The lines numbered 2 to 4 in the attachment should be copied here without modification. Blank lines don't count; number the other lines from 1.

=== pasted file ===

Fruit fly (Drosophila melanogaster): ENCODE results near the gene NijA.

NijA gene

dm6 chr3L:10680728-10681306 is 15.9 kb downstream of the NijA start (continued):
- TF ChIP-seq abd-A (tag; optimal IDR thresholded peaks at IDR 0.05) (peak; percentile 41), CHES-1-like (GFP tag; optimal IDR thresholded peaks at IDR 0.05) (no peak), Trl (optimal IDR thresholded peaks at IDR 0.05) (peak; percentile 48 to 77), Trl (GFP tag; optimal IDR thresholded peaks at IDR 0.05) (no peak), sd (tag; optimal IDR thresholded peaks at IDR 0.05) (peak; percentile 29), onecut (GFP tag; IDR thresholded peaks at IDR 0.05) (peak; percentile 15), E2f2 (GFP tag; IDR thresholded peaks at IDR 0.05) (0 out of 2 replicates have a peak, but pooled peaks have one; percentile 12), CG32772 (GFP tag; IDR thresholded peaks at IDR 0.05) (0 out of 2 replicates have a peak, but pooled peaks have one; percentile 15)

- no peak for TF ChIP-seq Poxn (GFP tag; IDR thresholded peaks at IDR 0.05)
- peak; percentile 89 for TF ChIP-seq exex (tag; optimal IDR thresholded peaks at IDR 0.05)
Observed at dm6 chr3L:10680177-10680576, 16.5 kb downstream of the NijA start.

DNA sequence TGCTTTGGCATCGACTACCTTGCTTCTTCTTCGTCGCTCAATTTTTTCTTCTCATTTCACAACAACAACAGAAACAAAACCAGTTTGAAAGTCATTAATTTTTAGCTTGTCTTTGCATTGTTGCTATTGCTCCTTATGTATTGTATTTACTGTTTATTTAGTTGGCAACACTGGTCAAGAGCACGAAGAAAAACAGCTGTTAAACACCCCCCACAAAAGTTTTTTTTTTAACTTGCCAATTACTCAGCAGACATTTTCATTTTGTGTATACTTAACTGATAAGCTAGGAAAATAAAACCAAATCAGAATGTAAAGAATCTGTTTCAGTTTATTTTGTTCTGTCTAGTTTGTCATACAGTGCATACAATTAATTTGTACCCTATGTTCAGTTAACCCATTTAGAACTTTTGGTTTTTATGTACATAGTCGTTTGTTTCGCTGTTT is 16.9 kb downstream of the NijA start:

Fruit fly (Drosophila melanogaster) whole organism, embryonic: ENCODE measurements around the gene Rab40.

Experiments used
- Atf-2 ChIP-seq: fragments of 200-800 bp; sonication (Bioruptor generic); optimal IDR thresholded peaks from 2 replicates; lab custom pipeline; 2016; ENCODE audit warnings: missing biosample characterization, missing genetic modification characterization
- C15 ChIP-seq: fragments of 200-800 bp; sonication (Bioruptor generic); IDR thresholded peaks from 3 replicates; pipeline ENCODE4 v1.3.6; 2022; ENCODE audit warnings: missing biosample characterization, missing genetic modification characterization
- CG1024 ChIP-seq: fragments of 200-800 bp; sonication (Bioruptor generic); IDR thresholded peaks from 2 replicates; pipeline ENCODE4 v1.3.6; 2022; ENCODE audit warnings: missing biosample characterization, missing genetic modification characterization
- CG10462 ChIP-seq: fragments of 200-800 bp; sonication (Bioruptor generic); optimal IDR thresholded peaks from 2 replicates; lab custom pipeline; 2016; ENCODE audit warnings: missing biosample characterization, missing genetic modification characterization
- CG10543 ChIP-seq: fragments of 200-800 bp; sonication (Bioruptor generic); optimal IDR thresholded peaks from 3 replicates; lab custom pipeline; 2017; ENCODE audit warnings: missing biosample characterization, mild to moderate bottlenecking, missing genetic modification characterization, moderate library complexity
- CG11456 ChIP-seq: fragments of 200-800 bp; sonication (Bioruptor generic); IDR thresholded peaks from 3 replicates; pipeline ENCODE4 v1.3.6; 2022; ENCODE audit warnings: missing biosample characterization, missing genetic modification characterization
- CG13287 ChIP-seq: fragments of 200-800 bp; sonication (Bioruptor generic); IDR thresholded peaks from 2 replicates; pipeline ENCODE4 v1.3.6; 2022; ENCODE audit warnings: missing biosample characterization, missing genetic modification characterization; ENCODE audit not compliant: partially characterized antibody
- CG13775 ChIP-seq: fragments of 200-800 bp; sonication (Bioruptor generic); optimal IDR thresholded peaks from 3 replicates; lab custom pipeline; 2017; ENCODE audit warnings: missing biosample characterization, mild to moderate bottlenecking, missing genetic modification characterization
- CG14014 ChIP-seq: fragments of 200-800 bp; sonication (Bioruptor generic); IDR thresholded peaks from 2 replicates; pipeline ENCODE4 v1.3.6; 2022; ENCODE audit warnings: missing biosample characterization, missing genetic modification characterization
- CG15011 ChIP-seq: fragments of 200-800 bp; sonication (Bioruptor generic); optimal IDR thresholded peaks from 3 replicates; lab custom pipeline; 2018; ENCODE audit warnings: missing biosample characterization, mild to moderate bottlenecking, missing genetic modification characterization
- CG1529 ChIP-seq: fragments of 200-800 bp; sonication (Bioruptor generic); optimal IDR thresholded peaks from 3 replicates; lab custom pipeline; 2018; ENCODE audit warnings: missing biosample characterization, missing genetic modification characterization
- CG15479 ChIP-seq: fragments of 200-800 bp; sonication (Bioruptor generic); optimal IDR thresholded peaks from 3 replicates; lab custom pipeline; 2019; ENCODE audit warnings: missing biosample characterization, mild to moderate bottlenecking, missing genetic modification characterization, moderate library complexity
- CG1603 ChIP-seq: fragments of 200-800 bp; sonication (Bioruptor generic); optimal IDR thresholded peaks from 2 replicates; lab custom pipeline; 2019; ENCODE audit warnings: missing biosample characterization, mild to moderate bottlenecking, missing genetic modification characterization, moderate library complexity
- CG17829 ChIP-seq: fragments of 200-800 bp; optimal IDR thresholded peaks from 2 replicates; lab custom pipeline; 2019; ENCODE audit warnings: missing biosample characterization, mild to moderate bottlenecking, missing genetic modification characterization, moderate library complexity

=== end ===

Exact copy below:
NijA gene

dm6 chr3L:10680728-10681306 is 15.9 kb downstream of the NijA start (continued):
- TF ChIP-seq abd-A (tag; optimal IDR thresholded peaks at IDR 0.05) (peak; percentile 41), CHES-1-like (GFP tag; optimal IDR thresholded peaks at IDR 0.05) (no peak), Trl (optimal IDR thresholded peaks at IDR 0.05) (peak; percentile 48 to 77), Trl (GFP tag; optimal IDR thresholded peaks at IDR 0.05) (no peak), sd (tag; optimal IDR thresholded peaks at IDR 0.05) (peak; percentile 29), onecut (GFP tag; IDR thresholded peaks at IDR 0.05) (peak; percentile 15), E2f2 (GFP tag; IDR thresholded peaks at IDR 0.05) (0 out of 2 replicates have a peak, but pooled peaks have one; percentile 12), CG32772 (GFP tag; IDR thresholded peaks at IDR 0.05) (0 out of 2 replicates have a peak, but pooled peaks have one; percentile 15)